Women Empowerment in Bangladesh

Bangladesh has shown tremendous advancement throughout the last decade in empowering women and brought enormous changes in traditional and conservative male dominated society. The recent visible changes in women’s increasing active participation in all sectors throughout the country testify the government commitment and to people’s aspiration to a more equitable society.

The term, Women’s empowerment, refers to the ability of women to achieve their rights and well-being while also reducing household poverty, increasing productivity, efficiency and economic growth. It is also the reflection of gender equality which is the precursor to moving the country forward, towards middle income status and sustainable development.

Few years back, it was hardly believable that the women of Bangladesh will take part in the economic development of the country. Today, they are taking charges of the houses as well as performing the ultimate leadership of the changes and development of the country. The country’s achievements in the past decade have been exemplary in many sectors such as in reducing infant and child mortality, poverty alleviation, increase in women entrepreneurship, education, and health.

Today more than four and a half million females are working in the garments industries alone. The number of women entrepreneurs both in the cities and rural areas are growing. Apart from these, women are also largely contributing in education, politics, social development, administration, transportation, civil aviation, police and armed forces.

The biggest contribution of women is in the country’s booming garment sector which has been placed as the largest export earner of Bangladesh where more than 5000 garment factories are running, employing over four million people of which more than 80% workers are women.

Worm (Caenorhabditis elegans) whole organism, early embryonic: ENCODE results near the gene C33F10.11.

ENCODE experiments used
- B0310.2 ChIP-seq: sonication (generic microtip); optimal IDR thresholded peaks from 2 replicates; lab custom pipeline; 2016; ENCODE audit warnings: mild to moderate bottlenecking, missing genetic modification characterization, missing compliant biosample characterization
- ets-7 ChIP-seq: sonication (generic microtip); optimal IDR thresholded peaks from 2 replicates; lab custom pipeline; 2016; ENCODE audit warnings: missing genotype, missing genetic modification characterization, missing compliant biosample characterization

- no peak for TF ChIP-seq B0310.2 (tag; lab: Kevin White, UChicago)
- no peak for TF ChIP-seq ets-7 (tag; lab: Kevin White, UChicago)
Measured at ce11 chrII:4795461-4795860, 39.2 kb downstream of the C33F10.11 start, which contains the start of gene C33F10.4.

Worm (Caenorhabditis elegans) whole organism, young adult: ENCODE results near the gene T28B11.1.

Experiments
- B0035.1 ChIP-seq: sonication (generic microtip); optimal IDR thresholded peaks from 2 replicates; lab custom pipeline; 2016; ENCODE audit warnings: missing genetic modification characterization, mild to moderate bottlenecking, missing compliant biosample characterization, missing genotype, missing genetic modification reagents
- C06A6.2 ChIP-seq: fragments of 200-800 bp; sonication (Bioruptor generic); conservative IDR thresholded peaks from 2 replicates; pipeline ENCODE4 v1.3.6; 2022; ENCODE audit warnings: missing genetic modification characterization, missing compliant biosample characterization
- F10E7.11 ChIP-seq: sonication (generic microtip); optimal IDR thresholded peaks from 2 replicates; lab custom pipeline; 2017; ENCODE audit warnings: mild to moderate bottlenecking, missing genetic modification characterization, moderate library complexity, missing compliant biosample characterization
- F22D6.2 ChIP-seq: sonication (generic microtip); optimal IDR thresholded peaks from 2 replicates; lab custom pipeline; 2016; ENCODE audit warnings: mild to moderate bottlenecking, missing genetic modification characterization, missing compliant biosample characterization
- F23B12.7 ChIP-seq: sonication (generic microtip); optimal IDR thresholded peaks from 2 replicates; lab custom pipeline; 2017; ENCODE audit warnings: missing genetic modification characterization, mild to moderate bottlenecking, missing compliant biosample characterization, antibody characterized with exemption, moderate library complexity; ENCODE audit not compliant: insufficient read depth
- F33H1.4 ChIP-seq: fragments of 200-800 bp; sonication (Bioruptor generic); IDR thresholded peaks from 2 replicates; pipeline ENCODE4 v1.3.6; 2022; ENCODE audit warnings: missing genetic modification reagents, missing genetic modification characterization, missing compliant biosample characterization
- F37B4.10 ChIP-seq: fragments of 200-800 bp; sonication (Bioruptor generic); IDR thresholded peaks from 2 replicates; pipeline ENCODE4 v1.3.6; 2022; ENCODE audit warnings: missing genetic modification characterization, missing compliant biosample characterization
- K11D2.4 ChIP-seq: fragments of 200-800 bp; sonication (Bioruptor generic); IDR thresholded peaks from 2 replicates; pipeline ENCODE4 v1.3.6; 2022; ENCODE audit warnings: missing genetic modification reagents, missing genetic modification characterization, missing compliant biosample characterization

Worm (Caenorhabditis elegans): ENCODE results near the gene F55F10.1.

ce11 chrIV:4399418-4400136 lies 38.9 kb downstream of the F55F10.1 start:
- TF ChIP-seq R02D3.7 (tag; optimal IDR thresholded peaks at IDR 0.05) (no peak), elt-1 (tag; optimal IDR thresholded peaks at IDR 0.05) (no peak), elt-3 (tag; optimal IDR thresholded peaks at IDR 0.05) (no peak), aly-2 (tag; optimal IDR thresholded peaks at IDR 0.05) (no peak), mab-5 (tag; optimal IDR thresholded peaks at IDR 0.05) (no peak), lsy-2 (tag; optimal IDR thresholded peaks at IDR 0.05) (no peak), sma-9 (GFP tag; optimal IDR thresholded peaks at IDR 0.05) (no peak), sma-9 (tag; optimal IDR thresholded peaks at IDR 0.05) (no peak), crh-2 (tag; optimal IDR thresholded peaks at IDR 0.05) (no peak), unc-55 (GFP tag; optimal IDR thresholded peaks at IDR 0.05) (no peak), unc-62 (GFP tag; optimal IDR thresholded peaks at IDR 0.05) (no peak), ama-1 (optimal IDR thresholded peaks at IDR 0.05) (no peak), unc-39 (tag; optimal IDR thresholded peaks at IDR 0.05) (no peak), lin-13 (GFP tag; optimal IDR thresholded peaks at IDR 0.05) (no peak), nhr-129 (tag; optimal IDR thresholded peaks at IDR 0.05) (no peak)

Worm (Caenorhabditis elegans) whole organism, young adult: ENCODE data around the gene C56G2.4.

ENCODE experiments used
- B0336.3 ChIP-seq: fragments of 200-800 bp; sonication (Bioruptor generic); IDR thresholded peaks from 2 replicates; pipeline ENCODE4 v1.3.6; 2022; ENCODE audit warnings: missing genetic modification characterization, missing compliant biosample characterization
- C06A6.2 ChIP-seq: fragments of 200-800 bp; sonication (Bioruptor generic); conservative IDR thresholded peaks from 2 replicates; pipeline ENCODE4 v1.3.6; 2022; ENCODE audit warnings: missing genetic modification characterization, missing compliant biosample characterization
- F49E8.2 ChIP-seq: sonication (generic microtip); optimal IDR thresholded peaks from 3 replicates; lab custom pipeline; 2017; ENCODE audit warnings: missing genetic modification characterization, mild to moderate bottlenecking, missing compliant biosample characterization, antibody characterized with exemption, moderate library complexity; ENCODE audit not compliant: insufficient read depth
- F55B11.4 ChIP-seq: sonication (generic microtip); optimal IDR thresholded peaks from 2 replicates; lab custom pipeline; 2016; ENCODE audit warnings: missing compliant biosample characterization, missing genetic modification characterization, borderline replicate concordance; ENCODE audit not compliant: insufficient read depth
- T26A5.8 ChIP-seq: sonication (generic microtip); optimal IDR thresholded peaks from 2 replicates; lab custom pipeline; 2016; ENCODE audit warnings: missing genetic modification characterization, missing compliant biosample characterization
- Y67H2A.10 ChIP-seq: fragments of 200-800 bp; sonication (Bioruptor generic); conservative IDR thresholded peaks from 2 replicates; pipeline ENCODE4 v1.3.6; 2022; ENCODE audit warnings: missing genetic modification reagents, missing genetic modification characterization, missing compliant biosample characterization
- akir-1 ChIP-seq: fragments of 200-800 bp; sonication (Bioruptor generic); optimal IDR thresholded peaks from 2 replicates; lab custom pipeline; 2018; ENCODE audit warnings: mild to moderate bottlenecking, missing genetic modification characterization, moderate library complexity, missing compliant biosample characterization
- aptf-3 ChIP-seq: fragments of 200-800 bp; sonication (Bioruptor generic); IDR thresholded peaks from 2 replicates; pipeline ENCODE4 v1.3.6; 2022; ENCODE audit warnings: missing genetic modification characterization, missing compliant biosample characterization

In education and working sectors, Bangladesh has made great progress in girls’ education. The proportion of girls enrolled in primary school increased from 51 per cent in 1991 to 94 per cent in 2007. The current government of Bangladesh encourages more female primary school teachers and offers free scholarship for female students so that they can continue their study.

The current government has been working relentlessly for ensuring women’s overall development by affording them equal and active participation in the mainstream socio-economic activities and removing the various impediments to their empowerment.

This year, Bangladesh Prime Minister Sheikh Hasina was honored with the Global Women’s Leadership Award for her outstanding leadership for the advancement in women’s education and women entrepreneurship in Bangladesh and in the Asia Pacific region.

“We have to forge a new alliance to support the women and uphold their rights. Together, we must act on our shared culture, tradition and values to benefit millions of women in need,” she said while receiving the Global Women’s Leadership Award at the Global Summit of Women 2018 in Australia.

Bangladesh considers women’s participation as a vital issue in the path of women’s empowerment as one of the main drivers of transforming the country’s status from low-income to middle-income one. For achieving the goal of women’s development, Bangladesh Government has approved the highest allocation in history for the sector in the budget for 2018-19 fiscal year.

“Nothing is more important for development today than the economic, political and social participation of women”, said Nobel Prize winning economist, Amartya Sen which matches the current situation of Bangladesh. If performance in the recent past is any indicator, then it is safe to be optimistic that Bangladesh would also be able to achieve the post-2015 goals for women’s empowerment.

>Shatabdi Sarker Poushi

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